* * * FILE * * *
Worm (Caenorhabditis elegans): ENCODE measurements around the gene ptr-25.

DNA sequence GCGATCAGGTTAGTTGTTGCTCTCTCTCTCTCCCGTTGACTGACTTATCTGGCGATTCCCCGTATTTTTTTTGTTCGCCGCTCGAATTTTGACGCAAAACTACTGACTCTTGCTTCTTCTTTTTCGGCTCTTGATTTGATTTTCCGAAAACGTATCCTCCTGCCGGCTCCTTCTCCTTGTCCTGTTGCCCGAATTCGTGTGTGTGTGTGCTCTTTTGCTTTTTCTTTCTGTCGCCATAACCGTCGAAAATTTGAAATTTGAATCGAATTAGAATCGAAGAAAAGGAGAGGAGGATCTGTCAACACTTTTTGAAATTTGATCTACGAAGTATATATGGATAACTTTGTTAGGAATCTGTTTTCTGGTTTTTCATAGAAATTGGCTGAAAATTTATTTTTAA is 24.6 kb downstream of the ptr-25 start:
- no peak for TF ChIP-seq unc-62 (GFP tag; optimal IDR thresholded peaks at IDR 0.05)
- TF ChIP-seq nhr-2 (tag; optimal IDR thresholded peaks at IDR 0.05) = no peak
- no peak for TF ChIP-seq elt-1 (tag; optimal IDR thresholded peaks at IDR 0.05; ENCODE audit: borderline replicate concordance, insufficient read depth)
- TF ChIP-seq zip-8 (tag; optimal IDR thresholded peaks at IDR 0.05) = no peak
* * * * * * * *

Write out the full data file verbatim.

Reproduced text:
Worm (Caenorhabditis elegans): ENCODE measurements around the gene ptr-25.

DNA sequence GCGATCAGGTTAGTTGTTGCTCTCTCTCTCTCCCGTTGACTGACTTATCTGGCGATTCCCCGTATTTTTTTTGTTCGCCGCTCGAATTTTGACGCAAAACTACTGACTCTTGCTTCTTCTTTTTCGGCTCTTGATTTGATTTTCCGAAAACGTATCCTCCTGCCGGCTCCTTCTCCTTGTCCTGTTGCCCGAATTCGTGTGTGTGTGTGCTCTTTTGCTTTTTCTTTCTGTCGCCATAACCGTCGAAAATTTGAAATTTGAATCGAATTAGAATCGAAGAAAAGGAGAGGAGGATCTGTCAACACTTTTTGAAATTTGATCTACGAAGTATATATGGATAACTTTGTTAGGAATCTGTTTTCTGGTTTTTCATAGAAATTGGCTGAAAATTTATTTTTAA is 24.6 kb downstream of the ptr-25 start:
- no peak for TF ChIP-seq unc-62 (GFP tag; optimal IDR thresholded peaks at IDR 0.05)
- TF ChIP-seq nhr-2 (tag; optimal IDR thresholded peaks at IDR 0.05) = no peak
- no peak for TF ChIP-seq elt-1 (tag; optimal IDR thresholded peaks at IDR 0.05; ENCODE audit: borderline replicate concordance, insufficient read depth)
- TF ChIP-seq zip-8 (tag; optimal IDR thresholded peaks at IDR 0.05) = no peak